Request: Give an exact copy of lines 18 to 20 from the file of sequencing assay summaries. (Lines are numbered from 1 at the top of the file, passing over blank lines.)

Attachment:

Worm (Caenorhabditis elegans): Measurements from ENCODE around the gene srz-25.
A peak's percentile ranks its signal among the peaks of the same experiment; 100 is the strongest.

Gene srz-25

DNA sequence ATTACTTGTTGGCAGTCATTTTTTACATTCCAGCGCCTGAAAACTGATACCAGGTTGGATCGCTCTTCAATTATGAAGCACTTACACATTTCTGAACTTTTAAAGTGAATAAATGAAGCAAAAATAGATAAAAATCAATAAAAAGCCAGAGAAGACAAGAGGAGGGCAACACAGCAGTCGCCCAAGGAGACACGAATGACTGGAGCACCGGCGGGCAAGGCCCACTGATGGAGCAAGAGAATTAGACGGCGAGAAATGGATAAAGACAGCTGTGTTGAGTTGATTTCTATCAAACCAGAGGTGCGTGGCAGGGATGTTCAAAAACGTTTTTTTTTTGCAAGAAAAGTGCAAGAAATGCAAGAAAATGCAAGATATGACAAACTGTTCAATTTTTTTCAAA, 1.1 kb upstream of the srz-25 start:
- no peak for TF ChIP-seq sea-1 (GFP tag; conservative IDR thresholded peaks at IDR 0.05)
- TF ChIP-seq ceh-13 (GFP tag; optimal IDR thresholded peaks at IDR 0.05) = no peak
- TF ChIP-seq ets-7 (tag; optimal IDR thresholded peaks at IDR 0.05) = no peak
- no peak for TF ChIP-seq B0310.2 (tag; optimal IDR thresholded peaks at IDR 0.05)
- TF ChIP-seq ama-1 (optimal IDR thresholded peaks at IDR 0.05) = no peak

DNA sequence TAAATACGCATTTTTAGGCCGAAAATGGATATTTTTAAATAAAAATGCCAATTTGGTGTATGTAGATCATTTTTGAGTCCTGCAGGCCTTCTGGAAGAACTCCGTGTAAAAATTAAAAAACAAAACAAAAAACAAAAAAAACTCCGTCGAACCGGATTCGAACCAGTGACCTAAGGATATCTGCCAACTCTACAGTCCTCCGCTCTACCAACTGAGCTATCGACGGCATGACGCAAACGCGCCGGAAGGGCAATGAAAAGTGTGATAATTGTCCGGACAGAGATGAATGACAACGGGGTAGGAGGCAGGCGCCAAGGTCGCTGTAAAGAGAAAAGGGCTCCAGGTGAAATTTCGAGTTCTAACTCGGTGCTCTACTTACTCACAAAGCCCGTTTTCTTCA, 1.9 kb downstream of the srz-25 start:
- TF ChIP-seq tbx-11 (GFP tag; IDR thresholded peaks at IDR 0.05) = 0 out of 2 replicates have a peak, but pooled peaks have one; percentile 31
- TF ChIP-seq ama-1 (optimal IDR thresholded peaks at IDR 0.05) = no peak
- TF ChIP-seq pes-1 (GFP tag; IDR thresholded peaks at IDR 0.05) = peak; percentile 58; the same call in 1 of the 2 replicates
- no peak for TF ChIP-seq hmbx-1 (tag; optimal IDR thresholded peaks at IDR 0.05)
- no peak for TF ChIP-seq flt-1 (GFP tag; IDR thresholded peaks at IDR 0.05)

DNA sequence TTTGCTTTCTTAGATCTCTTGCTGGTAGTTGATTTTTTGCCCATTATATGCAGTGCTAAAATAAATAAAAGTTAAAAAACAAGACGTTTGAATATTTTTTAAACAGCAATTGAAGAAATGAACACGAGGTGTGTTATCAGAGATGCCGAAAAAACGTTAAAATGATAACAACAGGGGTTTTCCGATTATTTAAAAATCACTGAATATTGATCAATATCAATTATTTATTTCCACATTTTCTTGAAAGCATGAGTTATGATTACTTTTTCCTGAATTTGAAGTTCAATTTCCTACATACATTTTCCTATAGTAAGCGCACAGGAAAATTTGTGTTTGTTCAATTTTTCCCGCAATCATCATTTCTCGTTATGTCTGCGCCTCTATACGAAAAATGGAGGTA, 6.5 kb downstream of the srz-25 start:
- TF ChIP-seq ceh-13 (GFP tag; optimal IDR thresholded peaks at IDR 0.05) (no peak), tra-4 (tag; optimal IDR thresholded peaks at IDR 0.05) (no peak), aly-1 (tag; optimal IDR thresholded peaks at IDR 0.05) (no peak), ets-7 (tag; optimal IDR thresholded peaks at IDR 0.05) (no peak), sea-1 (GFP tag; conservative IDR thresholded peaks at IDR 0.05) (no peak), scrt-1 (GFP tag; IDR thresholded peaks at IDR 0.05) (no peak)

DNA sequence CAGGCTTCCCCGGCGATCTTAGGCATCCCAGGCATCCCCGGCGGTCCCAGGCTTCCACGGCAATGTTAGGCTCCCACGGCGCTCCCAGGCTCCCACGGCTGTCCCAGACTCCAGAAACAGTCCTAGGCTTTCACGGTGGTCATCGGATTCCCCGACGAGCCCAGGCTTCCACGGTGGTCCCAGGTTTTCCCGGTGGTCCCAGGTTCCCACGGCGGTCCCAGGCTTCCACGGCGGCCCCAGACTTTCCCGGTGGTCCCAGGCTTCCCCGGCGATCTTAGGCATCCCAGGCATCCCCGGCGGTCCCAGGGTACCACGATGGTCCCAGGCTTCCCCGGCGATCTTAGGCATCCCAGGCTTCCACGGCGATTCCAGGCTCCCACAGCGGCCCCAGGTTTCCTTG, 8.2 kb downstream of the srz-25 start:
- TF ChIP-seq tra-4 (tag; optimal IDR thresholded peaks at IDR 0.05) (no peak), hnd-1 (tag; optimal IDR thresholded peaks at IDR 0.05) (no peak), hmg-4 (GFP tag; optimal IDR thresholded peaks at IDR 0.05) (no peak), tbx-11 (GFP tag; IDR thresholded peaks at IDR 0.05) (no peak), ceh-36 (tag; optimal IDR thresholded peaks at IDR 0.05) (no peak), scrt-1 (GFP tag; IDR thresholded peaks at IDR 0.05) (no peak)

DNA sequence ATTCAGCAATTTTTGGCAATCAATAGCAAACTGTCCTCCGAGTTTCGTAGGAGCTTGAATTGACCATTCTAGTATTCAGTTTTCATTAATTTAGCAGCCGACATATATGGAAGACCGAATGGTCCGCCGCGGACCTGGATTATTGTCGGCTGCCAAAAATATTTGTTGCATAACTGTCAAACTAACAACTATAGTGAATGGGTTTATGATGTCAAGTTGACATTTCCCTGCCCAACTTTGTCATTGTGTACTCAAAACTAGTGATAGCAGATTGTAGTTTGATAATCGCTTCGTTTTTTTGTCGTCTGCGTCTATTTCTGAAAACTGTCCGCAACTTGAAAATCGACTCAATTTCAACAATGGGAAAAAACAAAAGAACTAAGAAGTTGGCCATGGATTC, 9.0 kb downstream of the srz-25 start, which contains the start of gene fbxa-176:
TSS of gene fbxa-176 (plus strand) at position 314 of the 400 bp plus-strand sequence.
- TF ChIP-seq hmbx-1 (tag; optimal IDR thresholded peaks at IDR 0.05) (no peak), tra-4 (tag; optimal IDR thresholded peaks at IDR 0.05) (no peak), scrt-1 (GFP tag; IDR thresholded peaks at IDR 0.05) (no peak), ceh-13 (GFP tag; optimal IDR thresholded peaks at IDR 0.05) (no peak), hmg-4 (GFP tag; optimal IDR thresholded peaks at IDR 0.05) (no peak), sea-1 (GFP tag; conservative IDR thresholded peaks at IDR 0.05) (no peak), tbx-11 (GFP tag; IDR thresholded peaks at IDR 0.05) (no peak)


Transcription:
DNA sequence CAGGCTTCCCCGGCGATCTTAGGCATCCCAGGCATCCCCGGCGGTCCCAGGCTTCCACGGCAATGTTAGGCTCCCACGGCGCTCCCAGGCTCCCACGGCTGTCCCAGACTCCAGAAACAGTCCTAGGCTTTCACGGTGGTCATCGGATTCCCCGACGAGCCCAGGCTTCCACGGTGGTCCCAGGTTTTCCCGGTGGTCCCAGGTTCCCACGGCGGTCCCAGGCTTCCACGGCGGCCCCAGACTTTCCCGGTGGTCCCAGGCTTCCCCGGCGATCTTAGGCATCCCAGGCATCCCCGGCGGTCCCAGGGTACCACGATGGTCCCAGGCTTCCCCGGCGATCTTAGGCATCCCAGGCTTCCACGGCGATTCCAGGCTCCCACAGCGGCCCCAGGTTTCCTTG, 8.2 kb downstream of the srz-25 start:
- TF ChIP-seq tra-4 (tag; optimal IDR thresholded peaks at IDR 0.05) (no peak), hnd-1 (tag; optimal IDR thresholded peaks at IDR 0.05) (no peak), hmg-4 (GFP tag; optimal IDR thresholded peaks at IDR 0.05) (no peak), tbx-11 (GFP tag; IDR thresholded peaks at IDR 0.05) (no peak), ceh-36 (tag; optimal IDR thresholded peaks at IDR 0.05) (no peak), scrt-1 (GFP tag; IDR thresholded peaks at IDR 0.05) (no peak)

DNA sequence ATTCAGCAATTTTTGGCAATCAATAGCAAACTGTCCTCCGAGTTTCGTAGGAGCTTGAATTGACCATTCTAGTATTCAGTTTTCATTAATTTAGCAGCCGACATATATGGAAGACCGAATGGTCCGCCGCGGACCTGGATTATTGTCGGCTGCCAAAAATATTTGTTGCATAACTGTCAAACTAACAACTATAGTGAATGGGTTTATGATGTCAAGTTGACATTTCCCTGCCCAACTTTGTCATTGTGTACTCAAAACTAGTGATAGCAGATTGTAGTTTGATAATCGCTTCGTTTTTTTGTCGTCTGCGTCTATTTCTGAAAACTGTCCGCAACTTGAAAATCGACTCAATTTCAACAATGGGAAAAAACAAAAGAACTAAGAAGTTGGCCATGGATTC, 9.0 kb downstream of the srz-25 start, which contains the start of gene fbxa-176: